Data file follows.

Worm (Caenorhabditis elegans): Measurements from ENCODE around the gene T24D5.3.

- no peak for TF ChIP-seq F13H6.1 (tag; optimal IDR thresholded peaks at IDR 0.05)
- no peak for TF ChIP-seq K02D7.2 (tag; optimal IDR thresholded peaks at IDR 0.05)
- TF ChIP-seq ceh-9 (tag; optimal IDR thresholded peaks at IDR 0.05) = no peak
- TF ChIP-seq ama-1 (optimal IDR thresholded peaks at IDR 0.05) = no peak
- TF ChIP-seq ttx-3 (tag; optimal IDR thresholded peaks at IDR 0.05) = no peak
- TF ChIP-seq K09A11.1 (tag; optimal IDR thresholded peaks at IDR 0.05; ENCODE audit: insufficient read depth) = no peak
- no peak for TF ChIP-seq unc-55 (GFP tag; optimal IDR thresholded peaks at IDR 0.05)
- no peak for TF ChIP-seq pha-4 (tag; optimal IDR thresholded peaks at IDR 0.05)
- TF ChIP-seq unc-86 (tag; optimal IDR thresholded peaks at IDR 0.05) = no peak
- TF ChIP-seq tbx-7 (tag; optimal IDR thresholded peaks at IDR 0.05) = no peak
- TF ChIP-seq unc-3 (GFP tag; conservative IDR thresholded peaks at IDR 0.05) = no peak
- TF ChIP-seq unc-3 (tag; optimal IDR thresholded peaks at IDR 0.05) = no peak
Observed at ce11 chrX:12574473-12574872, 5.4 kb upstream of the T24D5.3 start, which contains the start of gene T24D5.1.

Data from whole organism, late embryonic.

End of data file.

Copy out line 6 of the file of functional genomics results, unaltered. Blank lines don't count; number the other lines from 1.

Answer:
- TF ChIP-seq ttx-3 (tag; optimal IDR thresholded peaks at IDR 0.05) = no peak